"What do you want, Mr. Sheckly?"
Sheck put his finger in the book and closed it, like he'd be coming back to it in a minute.
Maybe he wanted to see how things worked out with Cain and God.
"I's just curious what kind of stories your compadre's been telling you. I figured you'd be walking out of there with a big retainer and a bigger load of horseshit."
"Why exactly did you figure that?"
Sheck glanced to his right and smiled, like there was somebody there he wanted to share the joke with. "Come on, son. Old Milo'd love to think I'm the boogey man causing his every little problem."
"Every little problem. You mean like Miranda Daniels' producer getting shot at, her demo tape stolen, Julie Kearnes murdered—those kinds of little problems?"
Sheckly kept smiling. "Hell, son, I ain't the one who decided Miranda needed a national deal. You understand Century Records only wants her, don't you? The rest of the band—those boys don't stand to get nothing from this except a handshake. You want to know who's angry enough with Milo Chavez to cause some problems, you just think about that goddamn Century deal."
"That's funny," I said.
"You keep saying Milo. Les is the one with the agency. Is there some reason you're not worried about him?"
Sheck's smile didn't waver at all. "All right. Let me ask you about that. If Les SaintPierre is so allpowerful smart, what makes him hire a threehundredpound wet
back to sell country music to redneck bars? That make any business sense to you?"
He raised his palm. "I'm serious now, not trying to be mean here. I just don't get what was going through Les' head. I sure as hell wouldn't be out of town as much as he's been, leaving Gordo in charge. I'll deal with anybody I need to? don't get me wrong. But there's club owners a lot worse than me, they see Chavez coming—" He shook his head regretfully. "That kind of thing's gonna really hurt Miranda's job prospects."
I looked at the blue S&W on my dashboard.
"Mr. Sheckly, it's hot out. The only airconditioning I've got in this convertible is called
'fourth gear.' I'd like to get moving."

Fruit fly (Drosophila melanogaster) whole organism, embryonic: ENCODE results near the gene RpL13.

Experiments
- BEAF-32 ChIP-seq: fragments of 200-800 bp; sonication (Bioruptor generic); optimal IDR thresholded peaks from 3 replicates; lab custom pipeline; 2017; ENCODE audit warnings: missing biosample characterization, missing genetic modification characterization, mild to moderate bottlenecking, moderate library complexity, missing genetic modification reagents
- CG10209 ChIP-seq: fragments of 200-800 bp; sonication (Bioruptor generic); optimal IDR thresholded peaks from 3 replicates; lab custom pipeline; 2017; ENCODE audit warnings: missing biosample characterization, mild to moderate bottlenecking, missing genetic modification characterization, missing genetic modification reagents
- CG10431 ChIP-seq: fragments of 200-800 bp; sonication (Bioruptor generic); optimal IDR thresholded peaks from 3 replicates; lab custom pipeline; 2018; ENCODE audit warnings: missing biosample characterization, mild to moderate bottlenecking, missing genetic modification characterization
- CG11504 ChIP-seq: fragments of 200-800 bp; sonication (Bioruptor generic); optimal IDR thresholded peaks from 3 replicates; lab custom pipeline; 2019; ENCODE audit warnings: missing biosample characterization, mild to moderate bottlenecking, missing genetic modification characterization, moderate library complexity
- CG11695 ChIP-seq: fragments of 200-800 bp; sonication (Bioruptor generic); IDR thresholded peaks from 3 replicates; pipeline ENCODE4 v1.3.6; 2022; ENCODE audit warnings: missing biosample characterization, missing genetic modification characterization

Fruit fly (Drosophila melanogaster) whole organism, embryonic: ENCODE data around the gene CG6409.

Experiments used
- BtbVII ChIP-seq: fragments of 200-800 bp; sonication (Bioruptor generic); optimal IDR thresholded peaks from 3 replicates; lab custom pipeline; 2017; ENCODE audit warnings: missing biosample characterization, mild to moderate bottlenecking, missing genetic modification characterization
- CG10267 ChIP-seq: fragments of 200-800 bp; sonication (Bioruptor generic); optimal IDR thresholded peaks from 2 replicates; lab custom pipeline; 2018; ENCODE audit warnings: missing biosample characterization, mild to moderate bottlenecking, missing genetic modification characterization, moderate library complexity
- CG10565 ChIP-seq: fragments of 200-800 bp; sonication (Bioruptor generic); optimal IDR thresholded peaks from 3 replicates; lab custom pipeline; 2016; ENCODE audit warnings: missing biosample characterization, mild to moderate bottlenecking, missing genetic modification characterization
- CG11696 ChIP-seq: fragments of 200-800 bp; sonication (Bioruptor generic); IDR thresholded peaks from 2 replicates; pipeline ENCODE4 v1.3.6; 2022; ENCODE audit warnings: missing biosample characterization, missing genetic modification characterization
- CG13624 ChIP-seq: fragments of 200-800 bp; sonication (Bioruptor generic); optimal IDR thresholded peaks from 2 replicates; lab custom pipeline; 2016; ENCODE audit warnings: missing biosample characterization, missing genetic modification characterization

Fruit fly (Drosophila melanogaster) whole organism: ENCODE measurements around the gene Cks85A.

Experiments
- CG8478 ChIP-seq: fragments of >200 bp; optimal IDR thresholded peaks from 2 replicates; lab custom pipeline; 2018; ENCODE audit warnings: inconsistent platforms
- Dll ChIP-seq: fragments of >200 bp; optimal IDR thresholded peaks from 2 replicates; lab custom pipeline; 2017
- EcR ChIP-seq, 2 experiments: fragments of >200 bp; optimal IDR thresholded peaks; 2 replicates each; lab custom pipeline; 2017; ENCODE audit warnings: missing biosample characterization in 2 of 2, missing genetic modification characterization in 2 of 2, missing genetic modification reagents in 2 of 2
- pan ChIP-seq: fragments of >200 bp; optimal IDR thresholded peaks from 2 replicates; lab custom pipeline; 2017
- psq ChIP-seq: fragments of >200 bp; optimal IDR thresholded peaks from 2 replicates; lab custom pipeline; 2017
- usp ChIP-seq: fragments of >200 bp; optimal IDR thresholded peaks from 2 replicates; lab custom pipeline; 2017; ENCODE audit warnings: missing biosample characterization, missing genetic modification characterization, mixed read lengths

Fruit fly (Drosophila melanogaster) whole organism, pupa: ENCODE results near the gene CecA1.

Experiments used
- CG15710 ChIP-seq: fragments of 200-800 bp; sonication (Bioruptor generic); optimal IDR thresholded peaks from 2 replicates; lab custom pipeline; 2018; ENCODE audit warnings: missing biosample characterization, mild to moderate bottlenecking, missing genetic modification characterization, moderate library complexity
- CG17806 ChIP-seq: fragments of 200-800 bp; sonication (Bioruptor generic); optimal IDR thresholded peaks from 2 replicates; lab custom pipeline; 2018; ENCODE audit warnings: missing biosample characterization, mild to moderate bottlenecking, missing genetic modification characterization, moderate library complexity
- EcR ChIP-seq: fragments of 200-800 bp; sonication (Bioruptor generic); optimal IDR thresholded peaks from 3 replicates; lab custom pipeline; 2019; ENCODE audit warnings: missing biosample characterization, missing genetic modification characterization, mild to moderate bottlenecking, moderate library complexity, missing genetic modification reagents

"I'm just telling you, Tres—I worry about my friends the Danielses. Willis and me go way back. I care about his daughter doing all right. This agency's charging ten percent for booking, old Les is gettin' forty more for management. For fifty percent of my career, if I was Miranda, I'd expect a damn sight better service."
"And you're the better service."
"I hear you did wonders for that other girl you sponsored—the one in the swimming pool."
Sheck let out air between his teeth. "You could do yourself a favour right now and forget whatever horseshit Chavez's been feeding you. I'll do right by Miranda. You think some spic lawyer's gonna play straight with you about that? You think your daddy would be arguing against me here?"
I counted to five. "Sheck—you like Sheck, right?"
"Honest, Sheck—I appreciate the concern. The thing is, the only load of manure I've come across today has been dumped in my passenger seat. I'd like it out of here."
Sheck's face darkened but his eyes stayed as bright and colourless as highoctane fuel. "That was a mistake, son. I can overlook one mistake. When I was younger I thought I was hot shit, too."
"Are you going to get out of my car?"
Sheck put my book back on the floorboard. He took his revolver off the dash and got out of the car.
"I thought to level with you, Tres, because I knew your father. I never had any beef with him? I don't see any reason to have one with you. You want to talk, come on out to my place some night. I'll buy you a beer. But you get yourself tangled on the wrong side of the barbed wire when it comes to Miranda Daniels, I'll eat you for lunch."